“I think you need to see [the increase in prize money at this World Cup] in the context of probably a decade of actions that happened domestically, obviously in the United States, but … in all kinds of countries, players have made these pushes with their unions as a collective to increase the standards in their country,” FIFPRO’s Baer-Hoffmann told CNN’s Amanda Davies.
USWNT players reached an equal pay deal with US Soccer in May 2022, after six years of legal wrangling, dating back to a claim of wage discrimination filed in 2016 by five of the team’s stars – Carli Lloyd, Rapinoe, Morgan, Hope Solo and Becky Sauerbrunn – and a gender discrimination lawsuit that the whole team filed in 2019.
As a result, the USWNT earned more money from its male counterparts reaching the knockout stages of the 2022 World Cup in Qatar than it did from winning its own tournaments in 2015 and 2019.
“It was challenging,” Lloyd told CNN Sport, adding that they were calling attorneys, reading documents and holding team meetings on legal strategy, all while in training camps.
“For six years, we had been in this fight and nobody wants to be fighting with their employer,” she added. “[But] long gone were the days of thinking that we just need to accept what’s given to us. So it was our duty to fight and to make the sport better … just like all the players before us had done.”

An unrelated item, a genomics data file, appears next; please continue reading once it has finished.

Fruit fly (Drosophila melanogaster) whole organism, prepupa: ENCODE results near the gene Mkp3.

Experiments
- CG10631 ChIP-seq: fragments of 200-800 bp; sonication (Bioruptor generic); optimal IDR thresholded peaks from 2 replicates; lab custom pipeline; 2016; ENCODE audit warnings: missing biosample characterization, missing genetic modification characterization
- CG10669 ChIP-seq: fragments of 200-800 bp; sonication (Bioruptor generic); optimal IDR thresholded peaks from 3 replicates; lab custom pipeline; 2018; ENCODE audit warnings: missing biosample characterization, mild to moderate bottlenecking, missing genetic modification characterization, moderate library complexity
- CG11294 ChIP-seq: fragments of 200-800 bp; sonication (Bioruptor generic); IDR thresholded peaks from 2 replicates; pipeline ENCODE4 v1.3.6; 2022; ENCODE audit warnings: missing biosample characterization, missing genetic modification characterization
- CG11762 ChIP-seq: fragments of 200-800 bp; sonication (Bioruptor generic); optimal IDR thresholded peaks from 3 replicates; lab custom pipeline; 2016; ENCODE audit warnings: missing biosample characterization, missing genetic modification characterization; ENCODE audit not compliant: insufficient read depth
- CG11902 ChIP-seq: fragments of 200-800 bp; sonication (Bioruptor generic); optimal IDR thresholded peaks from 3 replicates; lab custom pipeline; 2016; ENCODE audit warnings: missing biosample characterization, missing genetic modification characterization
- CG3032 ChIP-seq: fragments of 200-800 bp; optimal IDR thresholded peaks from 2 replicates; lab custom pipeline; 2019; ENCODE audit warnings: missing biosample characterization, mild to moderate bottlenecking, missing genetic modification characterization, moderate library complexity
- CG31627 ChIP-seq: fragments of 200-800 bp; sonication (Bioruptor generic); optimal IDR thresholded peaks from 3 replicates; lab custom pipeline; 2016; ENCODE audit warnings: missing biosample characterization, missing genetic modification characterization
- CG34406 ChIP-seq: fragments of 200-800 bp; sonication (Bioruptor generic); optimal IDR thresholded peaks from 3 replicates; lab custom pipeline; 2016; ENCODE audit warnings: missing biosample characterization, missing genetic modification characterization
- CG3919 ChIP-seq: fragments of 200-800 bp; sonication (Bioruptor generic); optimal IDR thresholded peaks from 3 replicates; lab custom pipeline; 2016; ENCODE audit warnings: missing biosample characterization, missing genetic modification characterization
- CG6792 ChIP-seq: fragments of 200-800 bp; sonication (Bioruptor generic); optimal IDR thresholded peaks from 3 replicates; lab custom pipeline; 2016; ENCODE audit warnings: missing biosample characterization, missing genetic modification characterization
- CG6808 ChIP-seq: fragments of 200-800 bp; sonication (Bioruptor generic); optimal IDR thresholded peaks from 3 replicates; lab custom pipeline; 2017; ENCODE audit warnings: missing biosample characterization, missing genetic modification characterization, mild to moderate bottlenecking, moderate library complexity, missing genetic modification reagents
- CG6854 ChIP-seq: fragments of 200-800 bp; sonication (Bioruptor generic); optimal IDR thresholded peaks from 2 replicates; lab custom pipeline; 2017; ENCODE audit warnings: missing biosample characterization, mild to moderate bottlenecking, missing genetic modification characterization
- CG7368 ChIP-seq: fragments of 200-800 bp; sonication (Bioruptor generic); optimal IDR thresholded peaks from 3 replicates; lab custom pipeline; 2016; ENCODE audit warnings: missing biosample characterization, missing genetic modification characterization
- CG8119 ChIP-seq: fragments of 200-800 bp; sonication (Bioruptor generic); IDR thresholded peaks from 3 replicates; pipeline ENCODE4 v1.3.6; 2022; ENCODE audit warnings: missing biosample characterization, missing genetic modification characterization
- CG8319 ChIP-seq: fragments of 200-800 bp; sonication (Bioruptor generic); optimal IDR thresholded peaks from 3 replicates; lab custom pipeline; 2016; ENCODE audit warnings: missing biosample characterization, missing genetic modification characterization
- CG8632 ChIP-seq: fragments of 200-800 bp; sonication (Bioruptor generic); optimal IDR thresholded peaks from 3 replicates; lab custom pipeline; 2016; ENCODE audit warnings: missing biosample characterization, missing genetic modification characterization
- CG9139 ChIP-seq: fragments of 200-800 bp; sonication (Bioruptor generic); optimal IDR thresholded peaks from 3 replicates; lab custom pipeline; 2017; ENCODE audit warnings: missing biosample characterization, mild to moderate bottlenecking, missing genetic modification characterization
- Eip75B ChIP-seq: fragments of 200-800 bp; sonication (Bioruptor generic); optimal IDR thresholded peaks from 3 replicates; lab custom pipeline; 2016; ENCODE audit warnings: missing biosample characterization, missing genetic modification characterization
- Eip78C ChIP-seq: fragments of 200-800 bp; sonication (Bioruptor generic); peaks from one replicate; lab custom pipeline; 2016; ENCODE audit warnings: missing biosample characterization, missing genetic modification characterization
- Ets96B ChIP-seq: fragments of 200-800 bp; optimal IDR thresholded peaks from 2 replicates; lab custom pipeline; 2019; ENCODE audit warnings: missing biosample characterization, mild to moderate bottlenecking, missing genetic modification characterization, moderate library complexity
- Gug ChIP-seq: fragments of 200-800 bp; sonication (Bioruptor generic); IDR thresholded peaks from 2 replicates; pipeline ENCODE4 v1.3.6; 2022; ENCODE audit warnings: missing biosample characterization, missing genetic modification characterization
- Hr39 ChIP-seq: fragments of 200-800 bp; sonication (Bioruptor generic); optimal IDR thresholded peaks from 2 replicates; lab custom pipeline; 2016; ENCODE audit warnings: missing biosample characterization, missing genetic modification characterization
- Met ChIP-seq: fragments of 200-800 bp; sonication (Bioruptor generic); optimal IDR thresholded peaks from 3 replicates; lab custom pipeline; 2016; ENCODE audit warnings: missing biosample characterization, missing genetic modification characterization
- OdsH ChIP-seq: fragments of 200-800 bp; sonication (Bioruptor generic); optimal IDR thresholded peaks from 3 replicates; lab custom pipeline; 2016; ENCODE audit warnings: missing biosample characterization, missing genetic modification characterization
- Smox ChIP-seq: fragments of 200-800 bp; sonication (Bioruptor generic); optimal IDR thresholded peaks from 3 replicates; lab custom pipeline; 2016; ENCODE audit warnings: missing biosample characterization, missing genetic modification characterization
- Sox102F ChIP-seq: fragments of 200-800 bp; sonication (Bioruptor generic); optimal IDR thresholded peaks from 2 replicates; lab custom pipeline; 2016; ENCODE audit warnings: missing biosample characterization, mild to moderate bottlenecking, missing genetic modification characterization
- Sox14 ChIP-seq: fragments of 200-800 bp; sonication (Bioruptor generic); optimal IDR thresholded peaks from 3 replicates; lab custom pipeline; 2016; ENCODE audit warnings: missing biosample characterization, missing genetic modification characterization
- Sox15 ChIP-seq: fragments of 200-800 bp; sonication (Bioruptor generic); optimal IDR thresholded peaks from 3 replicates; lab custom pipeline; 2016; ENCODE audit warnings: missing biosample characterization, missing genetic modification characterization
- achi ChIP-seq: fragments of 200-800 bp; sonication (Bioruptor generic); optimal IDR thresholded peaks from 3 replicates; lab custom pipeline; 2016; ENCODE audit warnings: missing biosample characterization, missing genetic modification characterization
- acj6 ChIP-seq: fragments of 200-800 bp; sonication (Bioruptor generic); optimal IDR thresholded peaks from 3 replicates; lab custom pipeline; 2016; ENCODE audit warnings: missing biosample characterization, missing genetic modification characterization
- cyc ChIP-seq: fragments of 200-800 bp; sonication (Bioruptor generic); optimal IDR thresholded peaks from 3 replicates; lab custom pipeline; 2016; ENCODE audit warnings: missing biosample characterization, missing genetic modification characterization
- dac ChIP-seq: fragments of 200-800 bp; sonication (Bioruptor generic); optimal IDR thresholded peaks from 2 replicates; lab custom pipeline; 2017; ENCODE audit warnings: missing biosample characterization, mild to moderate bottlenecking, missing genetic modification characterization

There were different challenges for the generation before Lloyd, the generation who advocated for and participated in the fledgling international tournaments of the late 1980s and early 1990s.
“In the old days, players paid to represent their country,” Reid said, recalling that every player had to contribute $850 when Australia traveled to China for the 1988 FIFA Women’s Invitation Tournament, a pilot World Cup.
While the sport has professionalized since then, those same issues still disfigure it.
“People want to know, what’s the progress been like from the last World Cup,” Asher said. “And I’m like: ‘We’re here doing it again.’”